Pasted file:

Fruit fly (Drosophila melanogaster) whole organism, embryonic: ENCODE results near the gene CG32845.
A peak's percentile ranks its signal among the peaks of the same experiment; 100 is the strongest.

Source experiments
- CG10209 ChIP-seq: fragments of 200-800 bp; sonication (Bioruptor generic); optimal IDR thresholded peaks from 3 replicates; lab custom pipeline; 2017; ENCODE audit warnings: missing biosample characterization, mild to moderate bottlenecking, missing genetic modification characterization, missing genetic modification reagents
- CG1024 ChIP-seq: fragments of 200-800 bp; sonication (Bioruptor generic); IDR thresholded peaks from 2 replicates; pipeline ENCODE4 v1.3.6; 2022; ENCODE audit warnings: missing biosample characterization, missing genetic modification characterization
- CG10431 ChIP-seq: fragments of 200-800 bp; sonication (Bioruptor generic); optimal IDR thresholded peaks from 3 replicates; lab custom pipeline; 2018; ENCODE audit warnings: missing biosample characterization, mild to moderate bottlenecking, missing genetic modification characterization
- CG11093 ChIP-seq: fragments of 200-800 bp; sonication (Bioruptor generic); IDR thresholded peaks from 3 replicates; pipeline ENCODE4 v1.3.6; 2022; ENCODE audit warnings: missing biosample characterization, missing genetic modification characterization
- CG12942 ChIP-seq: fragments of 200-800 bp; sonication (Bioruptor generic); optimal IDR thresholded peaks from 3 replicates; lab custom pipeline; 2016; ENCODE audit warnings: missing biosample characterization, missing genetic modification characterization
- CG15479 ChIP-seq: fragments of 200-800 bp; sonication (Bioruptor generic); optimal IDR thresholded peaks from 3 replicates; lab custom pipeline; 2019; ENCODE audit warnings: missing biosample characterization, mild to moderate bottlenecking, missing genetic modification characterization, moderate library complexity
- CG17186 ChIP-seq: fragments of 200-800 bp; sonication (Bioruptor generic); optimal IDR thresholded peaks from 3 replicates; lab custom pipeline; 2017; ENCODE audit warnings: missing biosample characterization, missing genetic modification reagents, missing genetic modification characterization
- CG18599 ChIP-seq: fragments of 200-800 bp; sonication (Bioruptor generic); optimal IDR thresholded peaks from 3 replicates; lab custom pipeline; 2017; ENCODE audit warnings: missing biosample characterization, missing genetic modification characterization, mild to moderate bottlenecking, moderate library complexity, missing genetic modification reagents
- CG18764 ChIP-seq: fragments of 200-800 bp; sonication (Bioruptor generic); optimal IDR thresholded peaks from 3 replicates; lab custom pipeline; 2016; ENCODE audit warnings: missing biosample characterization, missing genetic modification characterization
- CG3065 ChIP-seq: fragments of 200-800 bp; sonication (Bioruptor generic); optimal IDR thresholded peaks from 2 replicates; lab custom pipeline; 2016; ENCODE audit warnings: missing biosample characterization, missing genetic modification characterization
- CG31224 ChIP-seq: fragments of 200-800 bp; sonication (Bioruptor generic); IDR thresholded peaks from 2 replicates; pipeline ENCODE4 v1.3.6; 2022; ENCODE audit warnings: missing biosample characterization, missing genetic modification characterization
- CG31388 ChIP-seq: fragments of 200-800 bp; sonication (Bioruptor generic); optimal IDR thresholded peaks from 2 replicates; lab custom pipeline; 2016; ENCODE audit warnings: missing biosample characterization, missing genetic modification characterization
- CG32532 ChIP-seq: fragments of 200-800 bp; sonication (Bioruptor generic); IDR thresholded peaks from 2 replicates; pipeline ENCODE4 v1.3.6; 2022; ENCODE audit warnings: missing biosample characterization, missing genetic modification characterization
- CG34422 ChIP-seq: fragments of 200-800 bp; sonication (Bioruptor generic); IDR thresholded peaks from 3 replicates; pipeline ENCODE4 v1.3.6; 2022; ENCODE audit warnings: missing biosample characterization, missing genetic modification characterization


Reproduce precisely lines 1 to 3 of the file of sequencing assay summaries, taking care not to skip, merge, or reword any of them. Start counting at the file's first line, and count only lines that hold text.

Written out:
Fruit fly (Drosophila melanogaster) whole organism, embryonic: ENCODE results near the gene CG32845.
A peak's percentile ranks its signal among the peaks of the same experiment; 100 is the strongest.

Source experiments